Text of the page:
Visualization of Causal Relations
The notion of cause and effect is pervasive in human thinking and plays a significant role in our perception of time. Software systems, in particular parallel and distributed ones, are permeated by this causality, and the human mind is especially well-suited to detect instances of this concept. Unfortunately, real-world systems of causally related events are often too large and complex to be comprehended unaided. In this thesis, we explore ways of using information visualization to help humans perceive these complex systems of causal relations, not only for software systems, but also for more general application areas.
The Growing Squares visualization technique uses a combination of color, texture, and animation to present a sequence of related events in a distributed system. User studies show that this technique is significantly more effective for solving problems related to causality in distributed systems than traditional Hasse diagrams for small data sets, and more effective (though not significantly so) for large data sets.
The Growing Polygons visualization technique was designed to address some of the weaknesses of the Growing Squares technique, and presents the interacting processes in a system as color-coded polygons with sectors indicating the influences and information propagation in the system. User studies show that this technique is significantly more effective than Hasse diagrams for all data sets, regardless of size.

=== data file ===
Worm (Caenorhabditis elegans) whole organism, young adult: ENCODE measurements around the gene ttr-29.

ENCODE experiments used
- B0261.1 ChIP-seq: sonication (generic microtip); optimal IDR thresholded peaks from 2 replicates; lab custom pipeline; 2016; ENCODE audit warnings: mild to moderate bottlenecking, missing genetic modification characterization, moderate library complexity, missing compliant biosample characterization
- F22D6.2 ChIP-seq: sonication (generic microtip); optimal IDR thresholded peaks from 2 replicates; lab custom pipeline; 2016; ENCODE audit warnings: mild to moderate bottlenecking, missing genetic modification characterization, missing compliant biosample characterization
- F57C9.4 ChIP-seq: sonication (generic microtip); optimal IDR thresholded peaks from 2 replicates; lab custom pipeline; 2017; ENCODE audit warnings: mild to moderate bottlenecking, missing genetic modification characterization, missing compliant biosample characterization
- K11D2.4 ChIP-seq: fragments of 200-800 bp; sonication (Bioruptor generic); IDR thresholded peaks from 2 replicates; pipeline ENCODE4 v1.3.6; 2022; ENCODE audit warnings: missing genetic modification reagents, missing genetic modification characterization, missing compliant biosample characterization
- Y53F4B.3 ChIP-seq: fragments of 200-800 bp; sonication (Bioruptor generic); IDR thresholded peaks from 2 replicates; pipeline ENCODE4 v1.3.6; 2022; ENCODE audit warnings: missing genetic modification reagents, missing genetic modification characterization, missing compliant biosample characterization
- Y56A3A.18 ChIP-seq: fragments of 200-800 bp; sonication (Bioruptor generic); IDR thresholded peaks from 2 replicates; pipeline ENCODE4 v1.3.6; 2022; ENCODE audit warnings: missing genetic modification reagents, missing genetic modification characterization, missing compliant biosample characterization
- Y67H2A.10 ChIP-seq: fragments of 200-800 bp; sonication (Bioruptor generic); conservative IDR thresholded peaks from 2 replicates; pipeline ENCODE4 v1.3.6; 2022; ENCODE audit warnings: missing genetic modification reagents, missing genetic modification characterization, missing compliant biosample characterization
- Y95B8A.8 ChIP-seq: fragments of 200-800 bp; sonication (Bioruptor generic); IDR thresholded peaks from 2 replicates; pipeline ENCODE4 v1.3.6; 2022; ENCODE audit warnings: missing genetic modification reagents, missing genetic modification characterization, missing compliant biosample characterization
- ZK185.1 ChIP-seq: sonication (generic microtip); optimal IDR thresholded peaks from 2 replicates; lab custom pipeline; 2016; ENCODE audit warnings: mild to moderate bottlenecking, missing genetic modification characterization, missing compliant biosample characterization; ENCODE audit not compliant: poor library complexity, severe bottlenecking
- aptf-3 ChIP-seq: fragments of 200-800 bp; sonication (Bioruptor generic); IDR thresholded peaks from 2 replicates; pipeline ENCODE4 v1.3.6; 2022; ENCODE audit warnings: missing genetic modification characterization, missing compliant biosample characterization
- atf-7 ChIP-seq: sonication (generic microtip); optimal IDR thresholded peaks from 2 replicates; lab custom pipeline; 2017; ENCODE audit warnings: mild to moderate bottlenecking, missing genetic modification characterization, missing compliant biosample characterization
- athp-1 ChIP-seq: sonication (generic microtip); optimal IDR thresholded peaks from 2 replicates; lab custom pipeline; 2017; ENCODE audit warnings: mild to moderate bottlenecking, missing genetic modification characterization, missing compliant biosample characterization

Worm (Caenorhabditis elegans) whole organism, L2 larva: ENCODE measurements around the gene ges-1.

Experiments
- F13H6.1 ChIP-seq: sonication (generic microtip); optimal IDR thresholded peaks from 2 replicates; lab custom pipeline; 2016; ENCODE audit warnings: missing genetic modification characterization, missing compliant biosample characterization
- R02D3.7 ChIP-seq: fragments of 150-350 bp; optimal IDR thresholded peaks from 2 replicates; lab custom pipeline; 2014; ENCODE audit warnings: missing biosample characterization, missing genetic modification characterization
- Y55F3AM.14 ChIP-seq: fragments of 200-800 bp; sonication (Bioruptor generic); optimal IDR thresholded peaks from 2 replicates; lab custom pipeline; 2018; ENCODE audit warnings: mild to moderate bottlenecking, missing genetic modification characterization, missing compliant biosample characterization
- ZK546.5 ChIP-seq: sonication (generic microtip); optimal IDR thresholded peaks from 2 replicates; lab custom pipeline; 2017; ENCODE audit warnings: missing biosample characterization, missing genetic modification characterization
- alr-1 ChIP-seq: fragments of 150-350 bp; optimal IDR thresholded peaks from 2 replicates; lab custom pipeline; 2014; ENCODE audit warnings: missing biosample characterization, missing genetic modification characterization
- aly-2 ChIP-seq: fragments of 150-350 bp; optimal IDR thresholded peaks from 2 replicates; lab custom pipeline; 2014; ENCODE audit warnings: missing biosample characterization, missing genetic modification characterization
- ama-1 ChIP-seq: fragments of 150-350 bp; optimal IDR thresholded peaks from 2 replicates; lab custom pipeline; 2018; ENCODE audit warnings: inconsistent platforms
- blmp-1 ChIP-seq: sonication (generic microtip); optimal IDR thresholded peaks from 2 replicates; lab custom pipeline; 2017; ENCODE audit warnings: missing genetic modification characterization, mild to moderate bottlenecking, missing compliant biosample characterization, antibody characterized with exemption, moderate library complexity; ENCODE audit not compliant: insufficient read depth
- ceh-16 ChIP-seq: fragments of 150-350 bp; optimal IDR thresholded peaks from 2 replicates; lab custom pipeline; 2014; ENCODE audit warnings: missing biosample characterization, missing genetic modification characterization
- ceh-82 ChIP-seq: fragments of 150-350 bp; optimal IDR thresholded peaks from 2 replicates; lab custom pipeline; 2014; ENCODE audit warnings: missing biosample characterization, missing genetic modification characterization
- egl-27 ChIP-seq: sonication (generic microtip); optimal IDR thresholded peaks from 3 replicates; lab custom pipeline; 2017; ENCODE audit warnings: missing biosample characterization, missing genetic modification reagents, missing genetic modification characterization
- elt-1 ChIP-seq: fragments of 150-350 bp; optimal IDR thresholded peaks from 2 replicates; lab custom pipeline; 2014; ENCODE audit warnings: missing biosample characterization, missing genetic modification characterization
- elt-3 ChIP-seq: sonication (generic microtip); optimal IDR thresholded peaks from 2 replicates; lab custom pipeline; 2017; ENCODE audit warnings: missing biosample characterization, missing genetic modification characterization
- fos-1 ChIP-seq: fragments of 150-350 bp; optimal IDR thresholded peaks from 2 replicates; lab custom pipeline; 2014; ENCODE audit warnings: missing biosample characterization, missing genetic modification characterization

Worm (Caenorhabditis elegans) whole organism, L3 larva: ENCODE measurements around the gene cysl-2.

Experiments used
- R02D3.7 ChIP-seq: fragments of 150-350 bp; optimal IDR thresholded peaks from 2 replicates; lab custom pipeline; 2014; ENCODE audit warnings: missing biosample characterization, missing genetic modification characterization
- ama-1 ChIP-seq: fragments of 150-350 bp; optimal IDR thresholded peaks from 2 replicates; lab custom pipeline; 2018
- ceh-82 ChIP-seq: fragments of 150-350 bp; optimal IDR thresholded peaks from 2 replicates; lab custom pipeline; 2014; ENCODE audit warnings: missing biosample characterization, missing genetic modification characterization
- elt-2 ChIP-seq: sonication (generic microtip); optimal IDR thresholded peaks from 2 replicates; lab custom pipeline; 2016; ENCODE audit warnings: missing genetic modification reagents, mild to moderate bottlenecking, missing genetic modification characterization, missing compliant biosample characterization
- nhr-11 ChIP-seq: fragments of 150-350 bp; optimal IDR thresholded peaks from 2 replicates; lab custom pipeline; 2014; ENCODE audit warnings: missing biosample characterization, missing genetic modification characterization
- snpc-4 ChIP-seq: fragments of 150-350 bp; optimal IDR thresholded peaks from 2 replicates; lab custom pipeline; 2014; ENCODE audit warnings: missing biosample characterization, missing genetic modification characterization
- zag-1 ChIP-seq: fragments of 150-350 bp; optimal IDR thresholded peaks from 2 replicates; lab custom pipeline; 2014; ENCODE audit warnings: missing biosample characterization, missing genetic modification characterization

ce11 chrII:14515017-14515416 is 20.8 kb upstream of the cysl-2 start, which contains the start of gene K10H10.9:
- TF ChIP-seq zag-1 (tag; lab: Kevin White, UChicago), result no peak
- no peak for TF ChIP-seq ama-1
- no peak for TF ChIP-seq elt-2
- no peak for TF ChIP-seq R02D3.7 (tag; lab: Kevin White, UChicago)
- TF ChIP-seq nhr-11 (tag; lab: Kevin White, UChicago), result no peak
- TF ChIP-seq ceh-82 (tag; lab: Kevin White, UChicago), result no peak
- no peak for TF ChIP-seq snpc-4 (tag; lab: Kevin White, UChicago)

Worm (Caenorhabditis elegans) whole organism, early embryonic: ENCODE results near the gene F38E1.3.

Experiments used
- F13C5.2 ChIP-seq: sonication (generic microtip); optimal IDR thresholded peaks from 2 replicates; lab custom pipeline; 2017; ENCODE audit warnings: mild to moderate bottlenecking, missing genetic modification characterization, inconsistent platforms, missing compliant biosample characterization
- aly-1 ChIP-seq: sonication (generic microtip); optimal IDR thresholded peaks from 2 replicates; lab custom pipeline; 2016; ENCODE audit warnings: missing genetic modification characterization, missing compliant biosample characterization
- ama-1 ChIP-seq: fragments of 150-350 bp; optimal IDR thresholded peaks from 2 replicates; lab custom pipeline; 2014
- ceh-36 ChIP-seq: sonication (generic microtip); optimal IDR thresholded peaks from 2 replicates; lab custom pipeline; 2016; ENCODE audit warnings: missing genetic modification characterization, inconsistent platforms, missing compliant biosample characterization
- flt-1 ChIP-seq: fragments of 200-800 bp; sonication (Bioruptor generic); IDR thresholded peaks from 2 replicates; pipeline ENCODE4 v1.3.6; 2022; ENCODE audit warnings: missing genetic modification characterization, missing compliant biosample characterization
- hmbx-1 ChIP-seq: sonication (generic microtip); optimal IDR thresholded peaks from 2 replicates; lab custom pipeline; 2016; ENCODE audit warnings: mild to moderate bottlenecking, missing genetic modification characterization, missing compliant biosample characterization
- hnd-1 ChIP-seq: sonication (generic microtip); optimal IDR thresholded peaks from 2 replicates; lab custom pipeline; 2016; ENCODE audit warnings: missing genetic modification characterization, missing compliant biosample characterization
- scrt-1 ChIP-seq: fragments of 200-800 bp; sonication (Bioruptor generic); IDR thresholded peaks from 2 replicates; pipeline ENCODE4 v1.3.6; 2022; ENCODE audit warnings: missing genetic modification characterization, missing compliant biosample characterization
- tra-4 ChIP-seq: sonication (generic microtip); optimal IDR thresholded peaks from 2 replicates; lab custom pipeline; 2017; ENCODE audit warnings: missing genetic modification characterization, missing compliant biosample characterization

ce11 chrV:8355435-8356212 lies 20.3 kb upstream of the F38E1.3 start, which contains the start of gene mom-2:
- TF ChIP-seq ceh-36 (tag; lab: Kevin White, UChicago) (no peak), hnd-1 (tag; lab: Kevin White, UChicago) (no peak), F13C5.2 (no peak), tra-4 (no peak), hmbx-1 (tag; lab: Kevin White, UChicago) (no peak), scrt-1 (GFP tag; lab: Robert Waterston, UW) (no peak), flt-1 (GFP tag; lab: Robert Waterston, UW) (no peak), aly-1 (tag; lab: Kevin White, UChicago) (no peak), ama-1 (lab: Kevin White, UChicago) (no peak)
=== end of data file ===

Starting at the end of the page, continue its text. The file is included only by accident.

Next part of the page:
Finally, we have conducted a case study of causality visualization in the context of scientific citation networks, creating a bibliographic visualization tool called CiteWiz. The tool contains a modified Growing Polygons visualization, suitably adapted to citation networks with linear time windows and process hierarchies, as well as a new static timeline visualization that maps the citation count and publication date of an article or author to its size and position on the timeline, respectively.
citation network visualization